The project work, particularly small scale solutions, involve the testing of theories in metropolitan environments, trying out ideas, innovations, materials, and venues – and experimenting with small-scale ecologies.
The project work, particularly small scale solutions, involve the testing of theories in metropolitan environments, trying out ideas, innovations, materials, and venues – and experimenting with small-scale ecologies. He mentions the role of the designer changing to accomodate monitoring over time, with landscape architects taking over more roles and responsibilities.
He also mentioned the upcoming ideas of Corner’s work on the Seattle Waterfront, an opportunity to apply some landscape urbanism principles (but something developed in context). The major opportunity is to rethink large scale systems, and redirect existing resources (waste heat, stormwater) in looped systems available in urban agglomerations. In short, it becomes a wholly economic idea to push an ecological concept because they have value that needs to be quantified (this is where we need evidence)
Unified Field Theory of Public Health, Ecology, and Landscape Urbanism (all)
Frumkin: Sustainability is a model – 3 legged stool and ability to specify outcomes to acheive prosperity, equity, and social goals.
Hester: The Intention of the System – develop a shared language; there are three different languages that exist: 1) those that are different, 2) those that are words for the same thing (different disciplinary languages – potential for obfuscation), and 3) those that are purposely convoluted (making something simple sound very complex – which leads to it being the next hot thing.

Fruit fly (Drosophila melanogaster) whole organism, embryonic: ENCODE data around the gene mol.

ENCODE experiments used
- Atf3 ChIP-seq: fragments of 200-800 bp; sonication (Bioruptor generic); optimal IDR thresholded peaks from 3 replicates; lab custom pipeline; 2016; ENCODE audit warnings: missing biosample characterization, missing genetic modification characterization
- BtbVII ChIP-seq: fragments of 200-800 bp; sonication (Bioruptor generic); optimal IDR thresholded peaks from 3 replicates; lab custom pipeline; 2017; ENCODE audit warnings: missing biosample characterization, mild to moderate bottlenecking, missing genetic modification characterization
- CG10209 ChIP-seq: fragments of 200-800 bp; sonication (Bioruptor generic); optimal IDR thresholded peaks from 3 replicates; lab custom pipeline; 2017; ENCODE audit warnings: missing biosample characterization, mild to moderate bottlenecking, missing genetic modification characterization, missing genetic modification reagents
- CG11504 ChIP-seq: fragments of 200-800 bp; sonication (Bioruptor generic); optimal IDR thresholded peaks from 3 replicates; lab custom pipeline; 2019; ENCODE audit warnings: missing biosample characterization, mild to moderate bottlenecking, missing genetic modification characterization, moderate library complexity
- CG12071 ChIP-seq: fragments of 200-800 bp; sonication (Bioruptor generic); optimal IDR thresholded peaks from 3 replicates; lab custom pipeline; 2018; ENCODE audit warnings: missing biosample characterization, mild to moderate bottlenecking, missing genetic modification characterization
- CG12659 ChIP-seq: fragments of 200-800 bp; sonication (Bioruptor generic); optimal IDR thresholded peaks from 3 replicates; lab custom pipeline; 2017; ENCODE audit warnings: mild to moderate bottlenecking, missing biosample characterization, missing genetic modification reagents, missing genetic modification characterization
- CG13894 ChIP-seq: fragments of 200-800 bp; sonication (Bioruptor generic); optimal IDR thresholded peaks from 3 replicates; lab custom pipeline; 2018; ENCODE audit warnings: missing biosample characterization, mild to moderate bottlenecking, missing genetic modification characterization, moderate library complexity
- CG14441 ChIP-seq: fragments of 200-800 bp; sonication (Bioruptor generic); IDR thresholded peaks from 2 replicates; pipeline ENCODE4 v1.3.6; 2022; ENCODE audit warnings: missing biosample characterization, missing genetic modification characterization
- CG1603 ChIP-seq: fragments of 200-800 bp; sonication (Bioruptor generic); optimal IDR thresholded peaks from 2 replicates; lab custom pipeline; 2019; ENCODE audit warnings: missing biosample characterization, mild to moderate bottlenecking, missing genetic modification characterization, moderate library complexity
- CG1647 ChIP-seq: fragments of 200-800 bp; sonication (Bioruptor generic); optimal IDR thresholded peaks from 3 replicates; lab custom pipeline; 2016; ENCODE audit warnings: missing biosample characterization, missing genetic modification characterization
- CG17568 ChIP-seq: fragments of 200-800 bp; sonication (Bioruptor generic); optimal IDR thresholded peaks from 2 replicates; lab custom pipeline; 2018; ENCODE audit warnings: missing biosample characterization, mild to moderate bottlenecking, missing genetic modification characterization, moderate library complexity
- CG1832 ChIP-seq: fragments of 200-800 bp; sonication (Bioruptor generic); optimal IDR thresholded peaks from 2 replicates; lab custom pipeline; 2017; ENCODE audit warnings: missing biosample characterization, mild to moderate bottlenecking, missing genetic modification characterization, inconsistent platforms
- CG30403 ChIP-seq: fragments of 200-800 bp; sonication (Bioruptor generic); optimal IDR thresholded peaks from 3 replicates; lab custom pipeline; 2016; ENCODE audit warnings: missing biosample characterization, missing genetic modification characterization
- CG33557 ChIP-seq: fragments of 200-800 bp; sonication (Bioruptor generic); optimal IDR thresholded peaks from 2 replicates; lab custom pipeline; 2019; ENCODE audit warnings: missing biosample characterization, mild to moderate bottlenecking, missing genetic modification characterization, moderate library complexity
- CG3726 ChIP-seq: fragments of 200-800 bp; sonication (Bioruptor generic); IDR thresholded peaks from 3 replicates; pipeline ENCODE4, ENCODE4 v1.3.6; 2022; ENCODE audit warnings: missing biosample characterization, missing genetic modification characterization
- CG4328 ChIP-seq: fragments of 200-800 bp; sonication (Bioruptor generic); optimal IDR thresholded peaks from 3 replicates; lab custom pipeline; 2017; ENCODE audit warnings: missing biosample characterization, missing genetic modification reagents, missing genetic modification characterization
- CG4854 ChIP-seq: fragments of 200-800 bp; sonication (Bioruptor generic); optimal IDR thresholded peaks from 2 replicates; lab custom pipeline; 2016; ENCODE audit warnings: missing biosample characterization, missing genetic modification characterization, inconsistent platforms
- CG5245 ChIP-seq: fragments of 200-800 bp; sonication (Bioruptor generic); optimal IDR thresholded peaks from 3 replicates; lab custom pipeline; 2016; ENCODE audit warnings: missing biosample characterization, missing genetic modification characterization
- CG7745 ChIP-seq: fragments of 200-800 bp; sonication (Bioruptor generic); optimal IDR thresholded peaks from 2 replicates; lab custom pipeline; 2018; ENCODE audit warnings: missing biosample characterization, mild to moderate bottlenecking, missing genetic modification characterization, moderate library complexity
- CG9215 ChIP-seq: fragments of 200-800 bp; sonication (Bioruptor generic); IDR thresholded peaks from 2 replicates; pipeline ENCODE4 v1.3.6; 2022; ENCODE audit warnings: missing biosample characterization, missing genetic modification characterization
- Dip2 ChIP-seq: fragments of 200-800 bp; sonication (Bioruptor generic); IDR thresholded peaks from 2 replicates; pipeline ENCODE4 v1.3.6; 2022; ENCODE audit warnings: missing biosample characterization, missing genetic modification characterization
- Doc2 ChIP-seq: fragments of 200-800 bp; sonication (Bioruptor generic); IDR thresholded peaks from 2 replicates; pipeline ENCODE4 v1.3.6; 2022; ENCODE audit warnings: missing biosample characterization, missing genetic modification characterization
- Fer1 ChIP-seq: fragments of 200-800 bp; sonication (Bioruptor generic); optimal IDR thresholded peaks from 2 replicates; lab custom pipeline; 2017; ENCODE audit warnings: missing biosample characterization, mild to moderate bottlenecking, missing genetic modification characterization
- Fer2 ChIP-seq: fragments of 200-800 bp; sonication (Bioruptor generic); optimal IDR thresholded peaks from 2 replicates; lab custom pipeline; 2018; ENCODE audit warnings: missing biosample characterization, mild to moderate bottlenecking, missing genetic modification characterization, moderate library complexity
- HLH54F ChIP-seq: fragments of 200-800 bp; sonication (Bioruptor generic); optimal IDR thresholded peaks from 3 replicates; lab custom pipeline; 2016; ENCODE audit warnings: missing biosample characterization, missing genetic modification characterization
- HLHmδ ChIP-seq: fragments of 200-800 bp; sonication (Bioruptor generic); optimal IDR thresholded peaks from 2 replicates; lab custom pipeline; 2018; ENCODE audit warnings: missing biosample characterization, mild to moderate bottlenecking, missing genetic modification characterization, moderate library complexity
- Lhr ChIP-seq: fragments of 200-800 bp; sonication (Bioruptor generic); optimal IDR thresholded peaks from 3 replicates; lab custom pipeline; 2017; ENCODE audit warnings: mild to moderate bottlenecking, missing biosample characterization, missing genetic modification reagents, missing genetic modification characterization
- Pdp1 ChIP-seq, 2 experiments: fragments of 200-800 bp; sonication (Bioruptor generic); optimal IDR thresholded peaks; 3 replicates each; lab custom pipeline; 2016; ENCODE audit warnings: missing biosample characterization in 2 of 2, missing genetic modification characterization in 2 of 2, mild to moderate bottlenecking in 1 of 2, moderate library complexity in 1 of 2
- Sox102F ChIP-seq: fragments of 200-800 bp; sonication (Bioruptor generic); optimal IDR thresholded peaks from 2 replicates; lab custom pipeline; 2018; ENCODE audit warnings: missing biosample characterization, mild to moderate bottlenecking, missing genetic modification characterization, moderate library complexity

Reed: Defending language, there are many ways to use it which are all appropriate (public, private, academic) – these different modes have the same principles. We talk in public in pragmatics (design informed by professional perspectives, using disciplinary language, a different language for structuring projects and frameworks for projects, They are in competition, but able to co-exist. Rather than focus on language, Reed sums up the point (in what I think is the best quote of the day):
“The goal should be to use social/ecological dynamics that are flexible for futures we can’t imagine.”
Planning for these Spaces (CR)
There is the need to determine what we know, and what we can’t know – thus the need for open-ended projects. Some models of determination include preparedness planning – looking 30 to 40 years into the future to plan for spaces. This will involve working at a wide range of scales – with a range of resources, for the entire lifecyle
- Need to plan for aging populations – loss of ability to drive and less mobility (HF)
- Look at co-benefits of designing for the old, the young, the disabled – all with specific by interrelated needs for space (RH)
- The approach to research/evidence based design requires new ways of working together, identifying which types of issues to accomodate (HF)
- Define the outputs for a range of systems, redirected within the city (CR)
Honestly, what could have been a really engaging dialogue of disparate (but related ideas) was somewhat handicapped by poor choices of questions from the moderator and audience led to a mishmash of concepts – rather than a response and relation to the topics offered by Reed (which I guess I was predisposed to want)… the divergence from the original presentation was problematic, and the trying to tackle public health, ecological democracy, and landscape urbanism under a wide banner of ‘Environmental Urbanism’ left me feeling like in trying to do it all, nothing was accomplished.
While Frumkin had ample time to offer thoughts on public health implications, the focus on evidence based design was not fully discussed, and was divergent from concepts of ecological democracy (at least in this context. Perhaps an all day exploration would yield results, but a short panel discussion was not enough to even ask, much less discuss, many of the relevant questions.